They laughed then, but I laugh now thinking of my brothers, the two oldest again, running down the hill of a fenced-in pasture next to our home in the mountains. They were running for a very good reason. They had just discovered that Dad's current female friend had been incorrect when she advised them there was no reason not to build a fort in the tree of that particular pasture, for she knew the owner and the cows were kept in a separate fenced in pasture on the other side of the mountain at that time of year. They had a neat little set-up in the tree, just big enough for the two of them. They had a few magazine pictures up there, some phone numbers, and a dollar she had given them so they could call her "if they ever needed somebody" (had a lot of faith in that relationship didn't she?). Well they were up there in their tree one evening when they heard the lowing of a bull getting closer and closer. I don't think I'd ever seen 'em run so fast as they did when they first realized the bull raging toward them from the distance was on the near side of the fence, not the far side as it should have been. They scatted down that tree, sprinted back to our side of the pasture, and were crawling under the fence to safety as the bull was discovering his new tree house. I'm sure that bull enjoyed that tree house for many years.

I say that, but I wouldn't really know. He lived there longer than we did. We moved a lot when I was a kid, a whole lot. Sometimes we lived in one place only a few months so it was hard to establish connections. This was most sadly evidenced one day in my sophomore year of high school. I had just started a new school one county over from where I had been and didn't know anyone, though happily most of the kids were friendly. Well this particular day, we were turning in a project for English class; I don't remember anymore what the assignment was, but I remember that someone had a tri-fold with pictures of each member of the class in the fourth grade. Everyone was excitedly gathered around it "remembering when" and I remember thinking there was no point in me going over because I wouldn't be a part of that time from their childhood class several years ago. Well I did eventually look at it and was dumbstruck to see a picture of me from many years back right up there with the others. I asked the kid where he'd got the pictures. He said from our elementary school yearbook. Excuse me what? No, you don't understand I'm new here, I used to go to school at this other place and before there, several other places, but not here at your place. Now it was his turn to be confused. "Don't you remember going to Blah-blah Elementary with us. We were in the fourth grade. You weren't there for long, but we remembered you." Oops.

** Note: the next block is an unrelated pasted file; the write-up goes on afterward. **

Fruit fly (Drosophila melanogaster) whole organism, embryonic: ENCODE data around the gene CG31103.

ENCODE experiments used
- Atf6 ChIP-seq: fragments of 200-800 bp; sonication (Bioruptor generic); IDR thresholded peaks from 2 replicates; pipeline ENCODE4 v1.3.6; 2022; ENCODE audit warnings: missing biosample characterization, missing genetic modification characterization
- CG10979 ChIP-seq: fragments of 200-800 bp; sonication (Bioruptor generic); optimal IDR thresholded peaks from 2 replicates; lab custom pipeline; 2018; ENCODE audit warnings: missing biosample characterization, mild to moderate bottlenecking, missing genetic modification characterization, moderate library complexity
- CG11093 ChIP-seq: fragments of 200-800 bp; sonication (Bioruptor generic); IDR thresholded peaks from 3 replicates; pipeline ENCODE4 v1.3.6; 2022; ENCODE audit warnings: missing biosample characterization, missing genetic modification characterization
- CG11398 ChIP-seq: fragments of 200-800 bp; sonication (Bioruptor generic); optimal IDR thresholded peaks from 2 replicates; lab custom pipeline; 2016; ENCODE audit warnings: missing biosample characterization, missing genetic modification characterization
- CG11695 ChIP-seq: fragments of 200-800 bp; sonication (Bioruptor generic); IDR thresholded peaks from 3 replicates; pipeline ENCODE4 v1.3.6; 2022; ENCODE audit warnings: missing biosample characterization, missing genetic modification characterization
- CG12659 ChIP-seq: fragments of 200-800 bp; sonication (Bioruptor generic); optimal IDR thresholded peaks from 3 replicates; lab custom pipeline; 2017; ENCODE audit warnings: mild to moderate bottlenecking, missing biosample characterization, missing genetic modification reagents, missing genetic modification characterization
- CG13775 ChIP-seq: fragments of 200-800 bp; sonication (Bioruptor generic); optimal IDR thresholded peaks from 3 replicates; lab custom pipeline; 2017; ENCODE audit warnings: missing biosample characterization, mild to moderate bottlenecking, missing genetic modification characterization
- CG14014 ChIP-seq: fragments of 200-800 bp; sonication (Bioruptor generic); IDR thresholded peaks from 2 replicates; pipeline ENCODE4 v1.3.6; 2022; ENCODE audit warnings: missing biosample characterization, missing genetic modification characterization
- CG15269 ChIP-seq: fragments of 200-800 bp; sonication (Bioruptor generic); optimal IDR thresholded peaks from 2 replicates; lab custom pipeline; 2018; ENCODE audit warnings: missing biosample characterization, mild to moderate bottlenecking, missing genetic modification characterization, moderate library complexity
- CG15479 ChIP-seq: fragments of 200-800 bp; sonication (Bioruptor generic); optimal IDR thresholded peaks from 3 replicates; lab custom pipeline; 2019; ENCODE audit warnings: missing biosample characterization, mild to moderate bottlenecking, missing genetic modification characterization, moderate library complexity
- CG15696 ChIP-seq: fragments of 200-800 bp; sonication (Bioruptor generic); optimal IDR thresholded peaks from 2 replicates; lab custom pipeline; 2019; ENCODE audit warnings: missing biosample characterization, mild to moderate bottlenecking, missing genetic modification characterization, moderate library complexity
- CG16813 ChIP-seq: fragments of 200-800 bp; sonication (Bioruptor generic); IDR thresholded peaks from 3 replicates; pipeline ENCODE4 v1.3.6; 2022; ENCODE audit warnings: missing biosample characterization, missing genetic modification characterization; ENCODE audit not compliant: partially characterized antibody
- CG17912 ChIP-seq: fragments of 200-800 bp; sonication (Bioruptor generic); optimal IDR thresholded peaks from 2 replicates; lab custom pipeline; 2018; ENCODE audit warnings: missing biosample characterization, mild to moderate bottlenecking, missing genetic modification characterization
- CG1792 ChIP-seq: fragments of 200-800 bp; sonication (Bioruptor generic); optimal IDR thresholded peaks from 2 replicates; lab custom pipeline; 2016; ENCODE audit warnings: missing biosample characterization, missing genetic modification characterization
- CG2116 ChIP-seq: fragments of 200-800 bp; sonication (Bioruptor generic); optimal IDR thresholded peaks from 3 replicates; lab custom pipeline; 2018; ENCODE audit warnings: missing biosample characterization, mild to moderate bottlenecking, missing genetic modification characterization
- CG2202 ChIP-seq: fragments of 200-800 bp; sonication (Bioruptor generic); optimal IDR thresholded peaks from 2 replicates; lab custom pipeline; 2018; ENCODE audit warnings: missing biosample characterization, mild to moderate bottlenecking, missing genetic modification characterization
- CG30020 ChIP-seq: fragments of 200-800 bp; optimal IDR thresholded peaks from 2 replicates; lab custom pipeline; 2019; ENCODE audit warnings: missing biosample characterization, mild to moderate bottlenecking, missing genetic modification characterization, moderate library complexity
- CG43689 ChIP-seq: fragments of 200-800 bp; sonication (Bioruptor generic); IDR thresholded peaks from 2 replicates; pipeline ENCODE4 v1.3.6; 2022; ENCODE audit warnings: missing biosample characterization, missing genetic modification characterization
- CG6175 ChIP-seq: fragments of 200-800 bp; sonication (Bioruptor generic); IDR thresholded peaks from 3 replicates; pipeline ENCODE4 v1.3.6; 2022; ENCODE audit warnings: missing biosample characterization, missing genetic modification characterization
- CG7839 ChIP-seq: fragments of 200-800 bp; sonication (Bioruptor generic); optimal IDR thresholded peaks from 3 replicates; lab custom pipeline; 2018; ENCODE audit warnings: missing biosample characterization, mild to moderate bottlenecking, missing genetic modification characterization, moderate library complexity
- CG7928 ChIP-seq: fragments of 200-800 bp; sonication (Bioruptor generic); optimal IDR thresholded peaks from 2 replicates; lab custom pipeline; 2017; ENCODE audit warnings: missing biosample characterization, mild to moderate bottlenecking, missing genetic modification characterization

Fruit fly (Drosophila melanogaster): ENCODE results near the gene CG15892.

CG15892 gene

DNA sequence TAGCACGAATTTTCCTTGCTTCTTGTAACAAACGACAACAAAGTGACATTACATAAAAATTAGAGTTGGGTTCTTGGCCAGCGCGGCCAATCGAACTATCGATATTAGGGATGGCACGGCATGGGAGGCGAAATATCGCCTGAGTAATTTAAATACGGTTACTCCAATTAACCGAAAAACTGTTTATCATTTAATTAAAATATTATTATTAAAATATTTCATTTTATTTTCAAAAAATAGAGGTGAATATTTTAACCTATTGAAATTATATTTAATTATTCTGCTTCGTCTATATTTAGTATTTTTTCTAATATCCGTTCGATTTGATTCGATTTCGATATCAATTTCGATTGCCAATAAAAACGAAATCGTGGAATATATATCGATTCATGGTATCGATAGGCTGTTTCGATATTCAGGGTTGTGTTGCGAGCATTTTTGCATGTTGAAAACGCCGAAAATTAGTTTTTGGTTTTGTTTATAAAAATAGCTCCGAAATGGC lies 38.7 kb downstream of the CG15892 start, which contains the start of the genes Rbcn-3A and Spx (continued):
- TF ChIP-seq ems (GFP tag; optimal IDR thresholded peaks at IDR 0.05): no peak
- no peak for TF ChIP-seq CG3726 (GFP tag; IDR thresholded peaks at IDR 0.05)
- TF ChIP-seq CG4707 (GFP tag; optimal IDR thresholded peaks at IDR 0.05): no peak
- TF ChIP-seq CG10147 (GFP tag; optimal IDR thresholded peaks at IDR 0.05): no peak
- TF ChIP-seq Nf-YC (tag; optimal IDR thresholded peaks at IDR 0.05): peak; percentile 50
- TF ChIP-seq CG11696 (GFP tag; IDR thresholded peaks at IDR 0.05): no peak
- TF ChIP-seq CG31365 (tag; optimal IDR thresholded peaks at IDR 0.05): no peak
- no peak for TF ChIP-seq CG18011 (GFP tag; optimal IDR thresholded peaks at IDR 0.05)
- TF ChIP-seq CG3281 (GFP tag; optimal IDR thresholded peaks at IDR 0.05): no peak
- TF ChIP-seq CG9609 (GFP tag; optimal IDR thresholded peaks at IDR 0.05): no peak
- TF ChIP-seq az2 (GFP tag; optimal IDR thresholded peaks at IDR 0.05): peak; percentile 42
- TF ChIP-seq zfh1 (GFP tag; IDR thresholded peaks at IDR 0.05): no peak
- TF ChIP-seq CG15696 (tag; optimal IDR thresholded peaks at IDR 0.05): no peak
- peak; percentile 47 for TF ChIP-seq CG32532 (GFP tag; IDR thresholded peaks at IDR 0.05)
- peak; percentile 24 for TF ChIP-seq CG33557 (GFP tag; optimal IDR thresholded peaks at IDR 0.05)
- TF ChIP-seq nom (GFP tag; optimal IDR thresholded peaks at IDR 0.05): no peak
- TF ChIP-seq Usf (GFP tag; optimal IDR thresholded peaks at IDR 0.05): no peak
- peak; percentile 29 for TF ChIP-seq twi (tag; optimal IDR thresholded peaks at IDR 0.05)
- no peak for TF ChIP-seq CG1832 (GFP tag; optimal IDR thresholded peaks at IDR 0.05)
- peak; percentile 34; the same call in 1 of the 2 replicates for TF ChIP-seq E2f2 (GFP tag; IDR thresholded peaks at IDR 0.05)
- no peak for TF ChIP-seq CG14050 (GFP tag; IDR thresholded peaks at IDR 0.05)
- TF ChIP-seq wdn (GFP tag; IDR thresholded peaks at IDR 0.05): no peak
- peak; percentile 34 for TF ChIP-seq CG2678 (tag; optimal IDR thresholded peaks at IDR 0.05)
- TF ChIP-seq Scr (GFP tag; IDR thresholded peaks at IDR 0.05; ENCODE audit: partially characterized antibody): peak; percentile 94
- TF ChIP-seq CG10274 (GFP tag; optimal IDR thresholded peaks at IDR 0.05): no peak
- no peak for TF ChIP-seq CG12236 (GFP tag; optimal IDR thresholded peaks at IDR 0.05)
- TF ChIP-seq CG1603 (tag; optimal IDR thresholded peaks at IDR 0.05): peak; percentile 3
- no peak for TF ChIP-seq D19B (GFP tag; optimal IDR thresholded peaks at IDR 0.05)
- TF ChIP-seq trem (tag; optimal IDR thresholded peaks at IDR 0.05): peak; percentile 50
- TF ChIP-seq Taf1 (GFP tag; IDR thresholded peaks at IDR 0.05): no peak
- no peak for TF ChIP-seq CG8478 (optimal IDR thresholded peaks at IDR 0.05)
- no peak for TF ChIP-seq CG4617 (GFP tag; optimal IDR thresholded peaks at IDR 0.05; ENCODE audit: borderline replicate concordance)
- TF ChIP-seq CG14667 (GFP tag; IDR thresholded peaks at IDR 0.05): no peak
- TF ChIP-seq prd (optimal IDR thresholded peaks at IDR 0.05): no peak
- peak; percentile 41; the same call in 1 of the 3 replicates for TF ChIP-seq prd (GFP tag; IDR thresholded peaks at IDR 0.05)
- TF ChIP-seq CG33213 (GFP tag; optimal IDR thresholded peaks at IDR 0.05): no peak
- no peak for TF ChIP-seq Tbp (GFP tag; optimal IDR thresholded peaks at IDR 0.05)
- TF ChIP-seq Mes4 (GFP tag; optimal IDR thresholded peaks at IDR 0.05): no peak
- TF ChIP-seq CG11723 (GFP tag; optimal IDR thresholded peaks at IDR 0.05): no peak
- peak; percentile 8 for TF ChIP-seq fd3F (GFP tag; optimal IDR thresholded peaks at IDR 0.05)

Come to find out that was when we were in the farmhouse I liked so much. Guess I relate most of my childhood memories to the house we were living in at the time. The farmhouse was before the house with the half pipe skate ramp next door and after the house where my middle brother and I walked to school together. I learned a very important lesson about time one morning as we rushed to school. We were running late and he, three years older than me he was in charge, was trying to decide if we could stop for breakfast and still make it to class on time. He sent me to ask the crossing guard the time. Later at home, angry he had gotten in trouble for being late, he explained to me that "quarter till" means 15 minutes till the hour, not 25 as I had reported back to him that morning.

Yet even when we didn't always appreciate each other, we always loved each other. In my favorite memory we six are all standing on a blanket spread out on the floor. We younger two girls are the "dancers", my older sister is "lead singer", and the boys are drummer, guitar, and bass. Our band's only song: "Lean On Me." And we played our hearts out.